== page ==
A sign of great singers for me is how they put a stamp on songs that have been done many times. In that regard, Etta makes Love and Happiness and Ninety And A Half Won't Do her own. She tears up The Night Time Is the Right Time with the help of Crawford's sax. Of course she has the blues well covered, my personal favorite being Down Home Blues, and flashes her humorous side with the trash-talking Wet Match. She hits any note she wants without straining and with total conviction.

    But all the songs are top-notch. The best advice for anyone reading this is to just pick up the album and discover the old-school glory of Etta James. - Tyler Smith

    Musicians:

    • Etta James (vocal)
    • Lucky Peterson (organ, guitar)
    • Steve Cropper, Doug Bartenfeld (guitar)
    • Hank Crawford (alto saxophone)
    • Jim Horn (bassoon)
    • Gary Armstrong (trumpet)
    • Kirk 'Jelly Roll' Johnson (harmonica)
    • Clayton Ivey (piano)
    • Frank Crawford (synthesizer)
    • David Hood(bass)
    • Steve Ferrone, Roger Hawkins (drums)

    About Pure Pleasure

    At the beginning of the 90s, in the early days of audiophile vinyl re-releases, the situation was fairly straightforward. Companies such as DCC, Mobile Fidelity, Classic Records and, of course, Pure Pleasure all maintained a mutual, unwritten ethical code: we would only use analogue tapes to manufacture records.

    During the course of the present vinyl hype, many others have jumped on the bandwagon in the hope of securing a corner of the market. Very often they are not so ethical and use every imaginable source to master from: CDs, LPs, digital files, MP3s - or employed existent tools from the 80s and 90s for manufacturing.

    A digital delay is gladly used when cutting a lacquer disc because tape machines with an analogue delay have become quite rare and are therefore expensive. When cutting the lacquer, the audio signal is delayed by one LP revolution against the signal, which controls the cutter head, and for this a digital delay is very often employed. Of course, the resultant sound signal is completely digital and thus only as good as this delay.

    We should like to emphasize that Pure Pleasure Records on principle only uses the original master tape as the basis for the entirely analogue cutting of lacquer discs. In addition, the pressing tool is newly manufactured as a matter of principle.

    We only employ existing tools for manufacturing if an improved result is not forthcoming, e.g. the title Elvis Is Back, which was mastered by Steve Hoffman and Kevin Gray, or several titles from our Philips Classics series, which in any case Willem Makkee cut from the original masters at the Emil Berliner Studios in the 90s. It goes without saying that we only used the mother and that new tools were made for our production.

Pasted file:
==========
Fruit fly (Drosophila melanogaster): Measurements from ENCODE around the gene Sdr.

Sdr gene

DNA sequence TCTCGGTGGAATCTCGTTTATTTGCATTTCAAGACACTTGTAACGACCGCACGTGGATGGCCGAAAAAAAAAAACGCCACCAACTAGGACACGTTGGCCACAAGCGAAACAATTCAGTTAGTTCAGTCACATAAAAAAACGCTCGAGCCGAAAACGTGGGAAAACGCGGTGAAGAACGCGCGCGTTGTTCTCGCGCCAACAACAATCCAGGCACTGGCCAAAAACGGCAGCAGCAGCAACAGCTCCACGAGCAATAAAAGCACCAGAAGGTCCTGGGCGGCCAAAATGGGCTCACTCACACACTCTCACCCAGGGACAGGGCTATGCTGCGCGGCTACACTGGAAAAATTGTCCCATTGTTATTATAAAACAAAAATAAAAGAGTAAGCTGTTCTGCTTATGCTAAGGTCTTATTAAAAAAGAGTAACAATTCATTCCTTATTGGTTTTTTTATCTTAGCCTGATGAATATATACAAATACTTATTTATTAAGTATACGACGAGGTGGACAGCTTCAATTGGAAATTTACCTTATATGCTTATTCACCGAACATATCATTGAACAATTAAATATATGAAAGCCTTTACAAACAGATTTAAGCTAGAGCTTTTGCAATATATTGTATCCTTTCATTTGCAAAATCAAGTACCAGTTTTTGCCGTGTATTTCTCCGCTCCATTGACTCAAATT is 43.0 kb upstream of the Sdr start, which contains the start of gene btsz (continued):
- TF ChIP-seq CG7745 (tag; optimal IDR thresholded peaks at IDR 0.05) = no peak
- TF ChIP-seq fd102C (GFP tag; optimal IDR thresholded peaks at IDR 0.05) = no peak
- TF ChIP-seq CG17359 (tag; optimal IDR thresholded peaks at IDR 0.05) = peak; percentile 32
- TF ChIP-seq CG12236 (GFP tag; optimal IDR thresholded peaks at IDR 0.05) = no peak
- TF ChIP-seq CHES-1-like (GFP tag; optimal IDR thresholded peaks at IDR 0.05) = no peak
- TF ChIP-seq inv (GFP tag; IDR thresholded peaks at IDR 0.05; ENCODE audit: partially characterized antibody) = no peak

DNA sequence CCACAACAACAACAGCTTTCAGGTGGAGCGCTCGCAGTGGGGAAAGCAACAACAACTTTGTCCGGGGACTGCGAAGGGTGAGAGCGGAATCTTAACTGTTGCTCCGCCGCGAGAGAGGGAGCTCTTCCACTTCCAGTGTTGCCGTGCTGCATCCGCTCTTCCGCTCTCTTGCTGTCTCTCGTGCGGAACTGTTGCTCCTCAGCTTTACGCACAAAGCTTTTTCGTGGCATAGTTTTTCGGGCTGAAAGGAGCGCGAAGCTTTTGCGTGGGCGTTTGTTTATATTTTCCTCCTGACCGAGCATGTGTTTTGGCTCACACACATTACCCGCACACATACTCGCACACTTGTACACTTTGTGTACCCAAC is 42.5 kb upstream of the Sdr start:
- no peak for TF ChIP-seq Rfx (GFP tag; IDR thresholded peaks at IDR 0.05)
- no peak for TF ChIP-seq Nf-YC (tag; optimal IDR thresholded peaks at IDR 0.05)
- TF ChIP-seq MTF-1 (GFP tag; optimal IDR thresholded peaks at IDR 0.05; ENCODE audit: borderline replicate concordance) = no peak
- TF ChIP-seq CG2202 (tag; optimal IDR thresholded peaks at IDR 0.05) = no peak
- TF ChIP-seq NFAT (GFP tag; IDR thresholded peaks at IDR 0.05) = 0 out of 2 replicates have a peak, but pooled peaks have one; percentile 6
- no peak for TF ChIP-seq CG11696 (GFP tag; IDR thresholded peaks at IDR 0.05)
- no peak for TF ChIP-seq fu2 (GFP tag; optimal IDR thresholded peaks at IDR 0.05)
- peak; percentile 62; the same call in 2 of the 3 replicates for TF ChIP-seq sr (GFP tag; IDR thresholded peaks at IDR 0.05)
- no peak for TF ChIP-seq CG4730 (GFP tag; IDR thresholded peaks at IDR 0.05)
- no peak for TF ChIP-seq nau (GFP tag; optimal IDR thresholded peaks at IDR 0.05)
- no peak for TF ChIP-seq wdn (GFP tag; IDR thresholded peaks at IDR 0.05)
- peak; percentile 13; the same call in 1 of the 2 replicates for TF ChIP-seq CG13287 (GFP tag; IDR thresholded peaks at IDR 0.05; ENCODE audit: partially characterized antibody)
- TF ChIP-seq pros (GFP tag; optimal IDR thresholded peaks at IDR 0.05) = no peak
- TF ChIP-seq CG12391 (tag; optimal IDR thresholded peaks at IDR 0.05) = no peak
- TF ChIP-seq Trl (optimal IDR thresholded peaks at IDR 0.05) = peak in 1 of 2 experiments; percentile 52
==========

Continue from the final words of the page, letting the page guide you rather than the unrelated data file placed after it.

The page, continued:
To put it in a nutshell: we can ensure you that our releases are free from any kind of digital effects and that the lacquer discs are newly cut.

    This title is not eligible for further discount.

    1. I Sing The Blues
    2. Love And Happiness
    3. Evening Of Love
    4. Wet Match
    5. You're Taking Up Another Man's Place
    6. Give It Up (Duet With Steve Winwood)
    7. Let It Rock
    8. Ninety Nine And A Half (Won't Do)
    9. You've Got Me
    10. Nighttime Is The Right Time
    11. Down Home Blues
    Etta James
    $34.99
    180 Gram Audiophile Virgin Vinyl LP - Sealed Buy Now
  • Chicago/The Blues/Today! (Pure Pleasure) Chicago/The Blues/Today! (Pure Pleasure) Quick View

    $99.99
    Buy Now
    x

    Chicago/The Blues/Today! (Pure Pleasure)

    In early 1966, blues history was made with the issuance of a three-volume set of new recordings produced by blues historian Samuel Charters. This series was known as Chicago/The Blues/Today! and the release sent shock waves through the world of rock & roll. Every artist on the three volumes had recorded before (some, like Otis Rush and Junior Wells, had actually seen small hits on the R&B charts), but these recordings were largely their introduction to a newer -- and predominately white -- album-oriented audience. These recordings have stayed in print and have been reasonably good sellers over the years since their original release, all coming out on compact disc. This new packaging puts all three volumes together, but with no bonus tracks, as no extras were recorded for these sessions.



    A plus in the new packaging, is that it features a nice booklet with detailed, updated notes from Charters, a nice appreciation from Ed Ward, and absolutely eye-boggling session photos taken by Charters' wife, Ann. Even if you still have the original vinyl or CDs, this is one of the times when it would be best to spend the dough and add this one to your collection, because blues records seldom come as important, innovative, or just plain pleasurable to listen to as this set. File under 'essential'.




    Musicians:



    • J.B. Hutto

    • Junior Wells

    • Otis Spann

    • Otis Rush

    • Jimmy Cotton

    • Johnny Shines Blues Band

    • Johnny Young's South Side Blues Band

    • Homesick James

    • and Big Walter Horton's Blues Harp Band with Memphis Charlie Musselwhite




    Recording: 1965 at RCA Studios, Chicago

    Production: Samuel Chartersdeutsch



    Format: 3LPs 33rpm / Box, booklet



    About Pure Pleasure